“Both lawmakers and bank regulators have recognized that current regulation based solely on asset size ignores careful risk management by banks, creating unnecessary costs and reducing services available to bank customers,” Keating said. “A more effective and value-added supervision regime is one that is more fully risk-based and individually tailored, taking into account a wide array of factors, including business model, complexity of operations, charter type and other concerns -- not just an arbitrary asset threshold.” Read more.

Bill Would Replace CFPB Director with Bipartisan Commission

Rep. Randy Neugebauer (R-Texas) yesterday introduced a bill that would replace the Consumer Financial Protection Bureau with a bipartisan, five-member commission, similar to other financial regulatory agencies. In introducing H.R. 1266, Neugebauer pointed out that House Democrats’ original financial reform bill included a board structure for the consumer protection agency.

ABA and several other trade groups welcomed the legislation. “We believe that a five-member commission, as Congress originally intended, will better balance consumer access to financial products with the need to ensure a fair marketplace,” they said. “A commission would serve as a source of balance and stability for consumers and the financial services industry by encouraging internal debate and deliberation, ultimately leading to increased transparency.” Read the joint letter.

Bipartisan Bill to Allow Appeals of 'Rural' Designation Reintroduced

Reps. Andy Barr (R-Ky.) and Ruben Hinojosa (D-Texas) yesterday reintroduced an ABA-advocated bill -- H.R. 1259, part of ABA’s Agenda for America’s Hometown Banks -- that would set up a mechanism for individuals and businesses in rural areas to appeal the Consumer Financial Protection Bureau’s designation of a rural or underserved area.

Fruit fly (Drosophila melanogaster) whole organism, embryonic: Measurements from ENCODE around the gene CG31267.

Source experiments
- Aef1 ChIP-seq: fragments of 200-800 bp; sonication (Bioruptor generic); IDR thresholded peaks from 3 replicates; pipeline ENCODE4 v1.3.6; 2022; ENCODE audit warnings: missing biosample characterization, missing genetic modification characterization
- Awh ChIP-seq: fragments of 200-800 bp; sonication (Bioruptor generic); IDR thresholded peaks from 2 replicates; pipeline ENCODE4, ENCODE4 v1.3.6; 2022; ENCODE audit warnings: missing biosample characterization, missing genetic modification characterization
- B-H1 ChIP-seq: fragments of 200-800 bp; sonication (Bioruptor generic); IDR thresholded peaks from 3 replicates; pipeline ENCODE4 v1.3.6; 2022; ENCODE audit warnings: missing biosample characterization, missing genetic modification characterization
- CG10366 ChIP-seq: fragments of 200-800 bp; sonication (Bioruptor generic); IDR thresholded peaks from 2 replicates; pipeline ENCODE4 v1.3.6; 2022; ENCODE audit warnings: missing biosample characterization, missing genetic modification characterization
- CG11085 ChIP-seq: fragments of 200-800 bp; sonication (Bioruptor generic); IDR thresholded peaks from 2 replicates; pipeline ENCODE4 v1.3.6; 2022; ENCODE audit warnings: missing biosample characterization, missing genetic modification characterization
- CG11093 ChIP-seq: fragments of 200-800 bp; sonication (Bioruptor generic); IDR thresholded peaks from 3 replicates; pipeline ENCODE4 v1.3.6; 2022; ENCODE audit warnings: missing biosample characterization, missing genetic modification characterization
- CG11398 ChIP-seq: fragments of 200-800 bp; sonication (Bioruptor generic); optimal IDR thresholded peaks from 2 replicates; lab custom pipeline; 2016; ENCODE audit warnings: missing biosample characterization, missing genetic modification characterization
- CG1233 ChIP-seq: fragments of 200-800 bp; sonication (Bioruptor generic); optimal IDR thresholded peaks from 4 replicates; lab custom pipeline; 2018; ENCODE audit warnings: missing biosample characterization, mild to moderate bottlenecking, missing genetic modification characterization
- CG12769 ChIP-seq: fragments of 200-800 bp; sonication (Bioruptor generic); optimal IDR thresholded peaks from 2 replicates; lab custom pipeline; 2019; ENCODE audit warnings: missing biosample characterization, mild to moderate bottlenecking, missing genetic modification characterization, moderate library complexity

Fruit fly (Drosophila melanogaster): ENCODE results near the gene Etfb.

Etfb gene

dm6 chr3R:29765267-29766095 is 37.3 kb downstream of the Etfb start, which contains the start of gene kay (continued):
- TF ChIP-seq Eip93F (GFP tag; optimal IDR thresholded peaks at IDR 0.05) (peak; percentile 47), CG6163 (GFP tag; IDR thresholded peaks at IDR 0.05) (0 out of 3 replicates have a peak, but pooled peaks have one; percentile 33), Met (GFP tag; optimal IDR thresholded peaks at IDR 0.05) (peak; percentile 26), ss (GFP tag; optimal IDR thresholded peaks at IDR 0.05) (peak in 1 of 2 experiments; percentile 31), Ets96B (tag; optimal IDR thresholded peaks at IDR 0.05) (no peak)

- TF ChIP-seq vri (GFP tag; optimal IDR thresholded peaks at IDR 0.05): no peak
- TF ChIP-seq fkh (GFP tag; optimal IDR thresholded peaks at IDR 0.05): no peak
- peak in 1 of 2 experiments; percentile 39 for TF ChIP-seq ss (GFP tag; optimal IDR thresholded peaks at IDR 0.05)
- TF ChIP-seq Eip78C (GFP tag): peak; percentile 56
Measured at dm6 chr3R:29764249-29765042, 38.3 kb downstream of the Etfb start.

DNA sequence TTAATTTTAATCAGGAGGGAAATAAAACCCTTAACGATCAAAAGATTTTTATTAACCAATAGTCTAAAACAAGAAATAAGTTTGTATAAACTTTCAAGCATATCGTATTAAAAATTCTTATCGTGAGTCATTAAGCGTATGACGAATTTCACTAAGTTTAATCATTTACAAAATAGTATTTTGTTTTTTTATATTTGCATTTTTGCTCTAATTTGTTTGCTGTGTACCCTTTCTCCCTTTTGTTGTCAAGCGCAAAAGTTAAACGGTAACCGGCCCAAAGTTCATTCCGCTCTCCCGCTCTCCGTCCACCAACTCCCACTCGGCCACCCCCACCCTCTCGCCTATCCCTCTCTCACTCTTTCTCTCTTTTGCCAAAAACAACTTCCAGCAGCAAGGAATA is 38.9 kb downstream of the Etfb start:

An identical bill passed the House unanimously in the previous Congress. The bureau uses rural designations to exempt certain loans from its Qualified Mortgage rule. Read more.

Congressman Criticizes Farm Credit's Telecom Deals

Rep. Mick Mulvaney (R-S.C.) on Monday wrote to the Farm Credit System’s regulator to criticize taxpayer-subsidized FCS financing for $1.5 billion in deals for telecommunications companies Verizon, AT&T, U.S. Cellular and Frontier Communications.

“Certain FCS lending institutions have utilized lending authority outside of their mission and intended purpose, put taxpayers at risk, compete[d] with private sector financial institutions in areas outside of agriculture and farm-related businesses, and distort[ed] the market,” he wrote. “I now question whether these loans exceed the authority granted under the Farm Credit Act and violate the plain language of the law.”

Mulvaney said he became concerned last year over FCS institution CoBank’s financing packages for Verizon and Frontier Communications -- a concern that was only amplified when CoBank announced $425 million in financing for AT&T and U.S. Cellular in January. “If these types of transactions continue, it will be incumbent on Congress to review the statutory authority of the FCS,” he said.

ABA has urged the House and Senate Agriculture Committees to conduct long-overdue oversight hearings on the FCS and rein in its lending outside of its core mission. Read the letter.